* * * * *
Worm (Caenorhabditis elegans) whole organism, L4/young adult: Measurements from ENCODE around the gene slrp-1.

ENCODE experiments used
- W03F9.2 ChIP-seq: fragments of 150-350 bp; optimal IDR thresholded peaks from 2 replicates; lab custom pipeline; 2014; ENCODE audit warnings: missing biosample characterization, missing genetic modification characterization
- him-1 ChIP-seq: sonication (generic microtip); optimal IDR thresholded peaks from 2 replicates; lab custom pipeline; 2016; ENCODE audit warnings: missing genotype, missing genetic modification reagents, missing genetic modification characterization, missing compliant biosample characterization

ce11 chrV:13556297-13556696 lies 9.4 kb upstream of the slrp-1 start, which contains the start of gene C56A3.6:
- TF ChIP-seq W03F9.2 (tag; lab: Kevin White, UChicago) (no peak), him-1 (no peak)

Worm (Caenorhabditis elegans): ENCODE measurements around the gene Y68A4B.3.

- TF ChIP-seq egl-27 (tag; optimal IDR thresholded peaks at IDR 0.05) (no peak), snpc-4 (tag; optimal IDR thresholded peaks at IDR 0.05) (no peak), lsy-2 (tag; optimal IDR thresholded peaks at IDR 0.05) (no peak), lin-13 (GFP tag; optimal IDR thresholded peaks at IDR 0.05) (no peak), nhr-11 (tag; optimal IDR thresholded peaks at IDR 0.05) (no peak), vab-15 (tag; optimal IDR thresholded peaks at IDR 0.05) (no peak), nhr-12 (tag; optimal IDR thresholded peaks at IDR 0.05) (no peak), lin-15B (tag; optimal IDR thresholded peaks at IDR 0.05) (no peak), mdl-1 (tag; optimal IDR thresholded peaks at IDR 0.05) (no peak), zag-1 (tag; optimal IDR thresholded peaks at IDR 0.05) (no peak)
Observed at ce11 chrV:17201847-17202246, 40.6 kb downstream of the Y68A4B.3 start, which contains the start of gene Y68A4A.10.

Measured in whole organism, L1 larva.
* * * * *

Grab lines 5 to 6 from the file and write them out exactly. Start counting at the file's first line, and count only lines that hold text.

ce11 chrV:13556297-13556696 lies 9.4 kb upstream of the slrp-1 start, which contains the start of gene C56A3.6:
- TF ChIP-seq W03F9.2 (tag; lab: Kevin White, UChicago) (no peak), him-1 (no peak)